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Feed the Minds 

Cover Page

'Afghanistan needs Books not Guns’. So read a newspaper headline in the autumn of 2017 unwittingly reflecting the spirit which in 1698 led to the creation of SPCK and in 1799 the Religious Tract Society, the roots of FEED THE MINDS in the early 60s, when the focus was on the Caribbean, Africa, India and South-east Asia. The spirit is still alive, overall the principles have not changed, though the emphasis has varied according to time and circumstance. The Story of Feed the Minds recounts the origins, leading up to the Campaign in the early 60s and the re-formation of the Movement over the first 50 years of its new life.

Motivated by the need for education the pioneers focused on literacy and the provision of books for basic education and new readers, alongside a programme of supplying specialist biblical and theological books for overseas clergy and the creation of libraries. By the middle of the 20th century the emphasis changed from supplying books to enabling churches overseas to create their own. Now in the 21st century with core values of partnership, creativity, diversity and integrity, programmes aim to improve the material and spiritual lives of communities with an emphasis on education, especially adult literacy. (www.feedtheminds).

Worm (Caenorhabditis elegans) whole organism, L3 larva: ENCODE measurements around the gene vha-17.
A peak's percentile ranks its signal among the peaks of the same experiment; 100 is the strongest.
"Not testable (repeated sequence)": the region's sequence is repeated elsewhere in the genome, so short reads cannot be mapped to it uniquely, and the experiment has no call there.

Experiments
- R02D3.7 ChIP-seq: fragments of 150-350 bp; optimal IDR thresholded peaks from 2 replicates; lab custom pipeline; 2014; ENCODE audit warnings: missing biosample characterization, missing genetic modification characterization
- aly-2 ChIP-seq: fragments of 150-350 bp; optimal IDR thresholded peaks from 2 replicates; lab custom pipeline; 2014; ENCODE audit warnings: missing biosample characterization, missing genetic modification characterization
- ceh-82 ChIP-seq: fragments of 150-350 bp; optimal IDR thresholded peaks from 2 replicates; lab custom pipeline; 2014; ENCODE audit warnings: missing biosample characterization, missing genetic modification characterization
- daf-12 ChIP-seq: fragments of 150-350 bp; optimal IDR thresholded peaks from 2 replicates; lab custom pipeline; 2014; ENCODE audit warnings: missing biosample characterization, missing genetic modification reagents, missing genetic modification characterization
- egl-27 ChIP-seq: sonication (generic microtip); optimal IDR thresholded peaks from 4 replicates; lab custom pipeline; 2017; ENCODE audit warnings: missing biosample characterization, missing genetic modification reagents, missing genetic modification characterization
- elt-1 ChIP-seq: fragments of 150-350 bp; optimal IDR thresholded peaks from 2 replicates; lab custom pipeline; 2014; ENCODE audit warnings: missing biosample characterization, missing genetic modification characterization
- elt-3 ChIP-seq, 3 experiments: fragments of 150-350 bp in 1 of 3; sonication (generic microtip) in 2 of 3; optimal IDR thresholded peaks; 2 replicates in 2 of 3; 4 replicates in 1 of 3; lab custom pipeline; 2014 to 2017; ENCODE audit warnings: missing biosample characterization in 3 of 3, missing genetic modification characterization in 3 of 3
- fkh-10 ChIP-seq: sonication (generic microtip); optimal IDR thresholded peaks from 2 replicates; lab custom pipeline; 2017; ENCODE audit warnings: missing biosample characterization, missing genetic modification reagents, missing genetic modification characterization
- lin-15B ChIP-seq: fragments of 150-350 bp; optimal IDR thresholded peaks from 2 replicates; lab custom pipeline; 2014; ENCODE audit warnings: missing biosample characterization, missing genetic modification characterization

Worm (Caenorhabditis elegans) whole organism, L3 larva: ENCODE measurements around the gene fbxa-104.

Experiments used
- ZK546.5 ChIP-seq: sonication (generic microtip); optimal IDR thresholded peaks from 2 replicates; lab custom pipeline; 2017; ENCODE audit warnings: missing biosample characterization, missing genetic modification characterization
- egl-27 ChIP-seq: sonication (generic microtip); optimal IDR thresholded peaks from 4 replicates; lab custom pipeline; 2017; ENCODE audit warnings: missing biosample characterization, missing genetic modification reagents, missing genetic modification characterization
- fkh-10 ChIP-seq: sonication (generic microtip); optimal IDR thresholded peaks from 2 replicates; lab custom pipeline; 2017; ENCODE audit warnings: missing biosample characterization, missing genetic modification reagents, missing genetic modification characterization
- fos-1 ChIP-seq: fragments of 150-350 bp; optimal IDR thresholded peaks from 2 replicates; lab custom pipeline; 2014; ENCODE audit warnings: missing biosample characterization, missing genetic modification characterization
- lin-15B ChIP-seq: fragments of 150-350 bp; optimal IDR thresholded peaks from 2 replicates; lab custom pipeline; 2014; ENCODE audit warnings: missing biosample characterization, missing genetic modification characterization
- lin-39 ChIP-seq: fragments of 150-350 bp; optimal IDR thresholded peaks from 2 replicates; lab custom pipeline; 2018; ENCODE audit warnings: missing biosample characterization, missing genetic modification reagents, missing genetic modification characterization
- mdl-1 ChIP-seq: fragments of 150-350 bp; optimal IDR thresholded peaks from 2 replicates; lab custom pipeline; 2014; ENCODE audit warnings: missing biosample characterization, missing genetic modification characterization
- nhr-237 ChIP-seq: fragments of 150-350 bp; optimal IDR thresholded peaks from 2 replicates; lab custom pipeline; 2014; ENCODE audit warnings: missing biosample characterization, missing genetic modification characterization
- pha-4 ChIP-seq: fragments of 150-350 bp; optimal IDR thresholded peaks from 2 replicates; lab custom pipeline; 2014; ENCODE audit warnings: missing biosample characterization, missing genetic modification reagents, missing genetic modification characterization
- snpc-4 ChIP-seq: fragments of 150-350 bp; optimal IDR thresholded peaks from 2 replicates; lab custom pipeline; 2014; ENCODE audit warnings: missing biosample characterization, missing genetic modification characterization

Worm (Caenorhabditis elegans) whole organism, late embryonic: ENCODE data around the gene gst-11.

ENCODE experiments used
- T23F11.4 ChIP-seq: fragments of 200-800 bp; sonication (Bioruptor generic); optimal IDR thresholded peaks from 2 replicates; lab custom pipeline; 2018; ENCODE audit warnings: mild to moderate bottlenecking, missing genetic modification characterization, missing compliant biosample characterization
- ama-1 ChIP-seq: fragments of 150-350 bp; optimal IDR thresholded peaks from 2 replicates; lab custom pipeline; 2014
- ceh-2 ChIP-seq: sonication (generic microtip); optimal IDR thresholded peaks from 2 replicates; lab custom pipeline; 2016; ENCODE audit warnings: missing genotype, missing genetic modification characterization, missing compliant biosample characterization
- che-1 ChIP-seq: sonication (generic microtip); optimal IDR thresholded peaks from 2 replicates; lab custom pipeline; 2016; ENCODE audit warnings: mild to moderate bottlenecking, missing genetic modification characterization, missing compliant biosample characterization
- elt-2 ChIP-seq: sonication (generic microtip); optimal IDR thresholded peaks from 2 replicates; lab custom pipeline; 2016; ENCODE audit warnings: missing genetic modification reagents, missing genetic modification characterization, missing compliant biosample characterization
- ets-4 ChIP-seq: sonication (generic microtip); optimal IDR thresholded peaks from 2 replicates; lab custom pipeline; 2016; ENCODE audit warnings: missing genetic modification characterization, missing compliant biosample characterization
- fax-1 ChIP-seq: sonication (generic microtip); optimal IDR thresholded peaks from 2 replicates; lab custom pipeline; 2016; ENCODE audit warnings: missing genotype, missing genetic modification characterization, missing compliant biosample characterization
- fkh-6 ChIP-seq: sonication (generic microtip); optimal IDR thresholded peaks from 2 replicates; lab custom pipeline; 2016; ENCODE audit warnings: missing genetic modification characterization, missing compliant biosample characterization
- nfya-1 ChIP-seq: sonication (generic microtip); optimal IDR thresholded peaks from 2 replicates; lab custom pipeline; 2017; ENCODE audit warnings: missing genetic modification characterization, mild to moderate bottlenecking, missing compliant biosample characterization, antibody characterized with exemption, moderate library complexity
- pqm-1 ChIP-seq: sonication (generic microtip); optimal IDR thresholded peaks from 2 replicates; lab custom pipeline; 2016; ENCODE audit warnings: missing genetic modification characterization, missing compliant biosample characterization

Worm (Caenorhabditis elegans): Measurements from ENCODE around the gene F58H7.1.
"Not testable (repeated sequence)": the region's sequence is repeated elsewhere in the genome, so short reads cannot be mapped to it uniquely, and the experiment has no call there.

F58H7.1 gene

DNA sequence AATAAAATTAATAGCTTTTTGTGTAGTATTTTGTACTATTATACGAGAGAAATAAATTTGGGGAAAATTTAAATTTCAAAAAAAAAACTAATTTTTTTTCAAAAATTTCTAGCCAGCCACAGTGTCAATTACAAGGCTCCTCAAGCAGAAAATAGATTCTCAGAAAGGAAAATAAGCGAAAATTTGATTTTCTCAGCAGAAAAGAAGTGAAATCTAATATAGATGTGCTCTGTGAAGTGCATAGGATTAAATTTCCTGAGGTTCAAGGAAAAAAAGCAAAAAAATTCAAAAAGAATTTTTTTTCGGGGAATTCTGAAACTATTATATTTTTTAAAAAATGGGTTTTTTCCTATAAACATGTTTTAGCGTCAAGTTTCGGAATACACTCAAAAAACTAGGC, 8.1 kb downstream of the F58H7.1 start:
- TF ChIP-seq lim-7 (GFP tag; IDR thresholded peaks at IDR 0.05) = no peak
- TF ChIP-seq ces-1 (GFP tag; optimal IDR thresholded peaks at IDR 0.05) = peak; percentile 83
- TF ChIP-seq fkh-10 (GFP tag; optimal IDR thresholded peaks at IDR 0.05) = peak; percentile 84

Essays on Steinbeck 

An extended visit to California gave me the opportunity to explore Steinbeck territory beginning with the Steinbeck Center in Salinas and continuing with more persistent research at Stamford and San José Universities, resulting in a series of essays on a variety of themes focusing on Steinbeck’s biblical images, his approach to religion in general and his excursions into the meaning and purpose of life.

Lenten Laughter 

An invitation from the Lewes Deanery in 2005 to deliver three lectures in their annual Holy Week services led me to look again at the biblical texts in the light of the medieval Feast of Fools and recent thinking on the place of laughter and fun, fantasy and festivity in Christian Festivals. The result was a mix of biblical scholarship, traditional hymns and contemporary readings, bringing a fresh approach to a traditional Festival, raising questions, leading to prayer, worship and commitment.

© Alec Gilmore 2017